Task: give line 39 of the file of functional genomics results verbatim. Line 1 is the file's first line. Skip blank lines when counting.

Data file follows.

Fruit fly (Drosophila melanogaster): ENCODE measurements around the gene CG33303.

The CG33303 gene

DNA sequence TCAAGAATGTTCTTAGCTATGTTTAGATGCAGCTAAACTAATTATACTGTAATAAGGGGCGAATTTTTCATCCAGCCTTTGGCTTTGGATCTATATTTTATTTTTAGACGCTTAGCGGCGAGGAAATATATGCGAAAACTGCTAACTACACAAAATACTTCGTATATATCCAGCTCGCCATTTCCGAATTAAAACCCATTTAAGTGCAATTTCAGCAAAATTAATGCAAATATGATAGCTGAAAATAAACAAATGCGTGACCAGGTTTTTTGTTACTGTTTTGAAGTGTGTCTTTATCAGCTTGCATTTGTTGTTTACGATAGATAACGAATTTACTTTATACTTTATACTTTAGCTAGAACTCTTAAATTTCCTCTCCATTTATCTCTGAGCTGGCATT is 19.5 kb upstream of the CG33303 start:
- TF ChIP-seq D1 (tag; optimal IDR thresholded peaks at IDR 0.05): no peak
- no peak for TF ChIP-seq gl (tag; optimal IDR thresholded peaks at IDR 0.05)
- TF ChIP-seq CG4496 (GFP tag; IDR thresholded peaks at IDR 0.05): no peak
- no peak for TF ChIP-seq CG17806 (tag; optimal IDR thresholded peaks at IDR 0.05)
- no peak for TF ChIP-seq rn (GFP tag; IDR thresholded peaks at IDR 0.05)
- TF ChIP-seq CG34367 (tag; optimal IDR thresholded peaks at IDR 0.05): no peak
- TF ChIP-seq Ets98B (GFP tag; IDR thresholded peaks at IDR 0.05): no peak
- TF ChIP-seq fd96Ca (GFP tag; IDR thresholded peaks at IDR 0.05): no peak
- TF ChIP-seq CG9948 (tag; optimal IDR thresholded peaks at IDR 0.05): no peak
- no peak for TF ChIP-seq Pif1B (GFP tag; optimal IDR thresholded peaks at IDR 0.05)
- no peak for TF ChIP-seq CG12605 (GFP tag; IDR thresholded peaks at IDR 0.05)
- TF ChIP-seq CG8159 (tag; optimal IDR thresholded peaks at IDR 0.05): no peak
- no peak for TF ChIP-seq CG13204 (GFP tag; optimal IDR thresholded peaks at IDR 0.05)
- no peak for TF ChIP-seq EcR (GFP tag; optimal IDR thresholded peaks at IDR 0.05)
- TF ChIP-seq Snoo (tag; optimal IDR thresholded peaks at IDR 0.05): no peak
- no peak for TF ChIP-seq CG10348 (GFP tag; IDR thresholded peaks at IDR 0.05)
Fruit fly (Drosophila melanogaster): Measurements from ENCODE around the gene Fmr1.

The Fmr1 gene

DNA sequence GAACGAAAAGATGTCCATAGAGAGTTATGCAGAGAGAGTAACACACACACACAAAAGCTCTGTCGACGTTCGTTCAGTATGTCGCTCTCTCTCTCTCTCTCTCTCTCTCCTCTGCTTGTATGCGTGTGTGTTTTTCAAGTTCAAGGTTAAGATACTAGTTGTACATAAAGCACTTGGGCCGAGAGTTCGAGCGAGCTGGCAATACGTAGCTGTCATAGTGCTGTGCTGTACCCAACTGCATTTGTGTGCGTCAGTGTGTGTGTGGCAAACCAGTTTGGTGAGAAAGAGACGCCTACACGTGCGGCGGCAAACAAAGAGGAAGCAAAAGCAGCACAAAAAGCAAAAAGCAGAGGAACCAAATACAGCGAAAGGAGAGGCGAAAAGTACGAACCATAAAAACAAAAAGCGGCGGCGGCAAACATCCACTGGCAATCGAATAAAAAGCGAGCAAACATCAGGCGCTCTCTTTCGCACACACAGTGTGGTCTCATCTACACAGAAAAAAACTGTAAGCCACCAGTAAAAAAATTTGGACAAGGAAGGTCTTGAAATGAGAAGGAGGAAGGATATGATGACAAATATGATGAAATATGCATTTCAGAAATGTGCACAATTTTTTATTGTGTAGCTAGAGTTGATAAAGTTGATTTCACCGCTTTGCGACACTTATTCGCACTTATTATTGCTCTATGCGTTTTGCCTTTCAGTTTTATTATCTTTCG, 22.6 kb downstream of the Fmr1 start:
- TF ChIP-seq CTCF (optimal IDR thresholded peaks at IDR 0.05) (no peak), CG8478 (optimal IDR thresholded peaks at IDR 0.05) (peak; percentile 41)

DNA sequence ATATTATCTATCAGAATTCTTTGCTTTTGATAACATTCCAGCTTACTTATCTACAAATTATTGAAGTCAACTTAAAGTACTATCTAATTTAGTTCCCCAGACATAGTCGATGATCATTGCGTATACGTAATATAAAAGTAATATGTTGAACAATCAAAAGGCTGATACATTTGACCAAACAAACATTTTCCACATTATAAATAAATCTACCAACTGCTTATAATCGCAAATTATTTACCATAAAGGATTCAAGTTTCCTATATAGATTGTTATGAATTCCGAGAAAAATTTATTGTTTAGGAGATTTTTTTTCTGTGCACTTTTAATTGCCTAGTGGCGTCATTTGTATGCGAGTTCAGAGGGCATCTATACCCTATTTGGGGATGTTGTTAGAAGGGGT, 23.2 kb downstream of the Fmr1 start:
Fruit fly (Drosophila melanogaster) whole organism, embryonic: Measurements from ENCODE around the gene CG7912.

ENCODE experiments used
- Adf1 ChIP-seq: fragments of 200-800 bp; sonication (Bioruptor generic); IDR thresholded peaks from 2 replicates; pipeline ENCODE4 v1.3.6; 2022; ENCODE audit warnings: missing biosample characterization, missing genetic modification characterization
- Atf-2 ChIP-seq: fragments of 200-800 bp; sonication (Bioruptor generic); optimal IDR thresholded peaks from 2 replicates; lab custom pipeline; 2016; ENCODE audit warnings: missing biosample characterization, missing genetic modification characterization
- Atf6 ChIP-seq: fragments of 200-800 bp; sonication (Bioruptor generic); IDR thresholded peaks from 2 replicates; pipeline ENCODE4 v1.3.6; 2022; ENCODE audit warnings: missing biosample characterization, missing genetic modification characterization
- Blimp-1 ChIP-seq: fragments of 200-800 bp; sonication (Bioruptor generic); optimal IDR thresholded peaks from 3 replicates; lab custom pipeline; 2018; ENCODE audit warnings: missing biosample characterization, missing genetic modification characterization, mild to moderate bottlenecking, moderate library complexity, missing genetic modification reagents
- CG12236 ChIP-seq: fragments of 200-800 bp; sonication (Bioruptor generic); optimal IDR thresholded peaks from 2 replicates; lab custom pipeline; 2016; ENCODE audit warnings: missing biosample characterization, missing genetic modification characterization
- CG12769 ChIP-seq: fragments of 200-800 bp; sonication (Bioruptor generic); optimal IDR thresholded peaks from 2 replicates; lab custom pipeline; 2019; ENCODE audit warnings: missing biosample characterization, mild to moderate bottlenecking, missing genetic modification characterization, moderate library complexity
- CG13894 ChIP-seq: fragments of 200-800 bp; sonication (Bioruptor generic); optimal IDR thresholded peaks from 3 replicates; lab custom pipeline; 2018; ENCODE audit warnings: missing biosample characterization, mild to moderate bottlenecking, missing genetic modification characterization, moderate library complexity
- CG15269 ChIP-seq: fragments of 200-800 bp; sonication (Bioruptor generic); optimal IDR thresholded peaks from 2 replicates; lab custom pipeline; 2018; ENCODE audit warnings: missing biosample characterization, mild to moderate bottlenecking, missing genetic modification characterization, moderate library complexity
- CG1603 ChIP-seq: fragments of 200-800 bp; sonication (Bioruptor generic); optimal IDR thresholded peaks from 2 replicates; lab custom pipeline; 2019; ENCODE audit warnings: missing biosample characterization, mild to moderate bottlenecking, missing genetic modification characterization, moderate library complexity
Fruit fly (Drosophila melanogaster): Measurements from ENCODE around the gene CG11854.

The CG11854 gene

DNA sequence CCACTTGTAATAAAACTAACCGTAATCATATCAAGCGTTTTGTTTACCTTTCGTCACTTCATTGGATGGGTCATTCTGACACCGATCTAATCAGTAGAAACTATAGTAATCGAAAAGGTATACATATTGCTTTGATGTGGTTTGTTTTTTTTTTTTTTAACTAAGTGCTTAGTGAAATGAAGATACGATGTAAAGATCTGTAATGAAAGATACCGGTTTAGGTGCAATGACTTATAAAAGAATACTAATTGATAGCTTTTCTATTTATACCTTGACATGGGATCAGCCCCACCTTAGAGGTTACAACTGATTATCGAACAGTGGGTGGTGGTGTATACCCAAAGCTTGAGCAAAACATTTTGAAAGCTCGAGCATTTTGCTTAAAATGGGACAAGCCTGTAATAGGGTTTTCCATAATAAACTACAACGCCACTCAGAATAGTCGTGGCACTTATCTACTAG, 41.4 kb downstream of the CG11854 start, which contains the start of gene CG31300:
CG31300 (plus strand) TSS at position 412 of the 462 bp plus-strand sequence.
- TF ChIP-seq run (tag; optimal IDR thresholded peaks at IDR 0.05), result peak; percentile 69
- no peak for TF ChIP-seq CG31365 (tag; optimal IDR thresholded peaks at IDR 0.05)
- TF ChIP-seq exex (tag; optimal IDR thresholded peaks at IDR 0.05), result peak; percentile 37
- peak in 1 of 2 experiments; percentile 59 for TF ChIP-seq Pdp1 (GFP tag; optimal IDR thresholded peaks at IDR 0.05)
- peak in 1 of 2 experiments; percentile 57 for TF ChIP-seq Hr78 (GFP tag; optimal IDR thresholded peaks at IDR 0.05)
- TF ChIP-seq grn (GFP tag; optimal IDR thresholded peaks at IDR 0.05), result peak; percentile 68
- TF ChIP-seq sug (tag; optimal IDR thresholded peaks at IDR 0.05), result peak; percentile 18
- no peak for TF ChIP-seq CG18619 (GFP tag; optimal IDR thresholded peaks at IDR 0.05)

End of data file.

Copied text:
CG31300 (plus strand) TSS at position 412 of the 462 bp plus-strand sequence.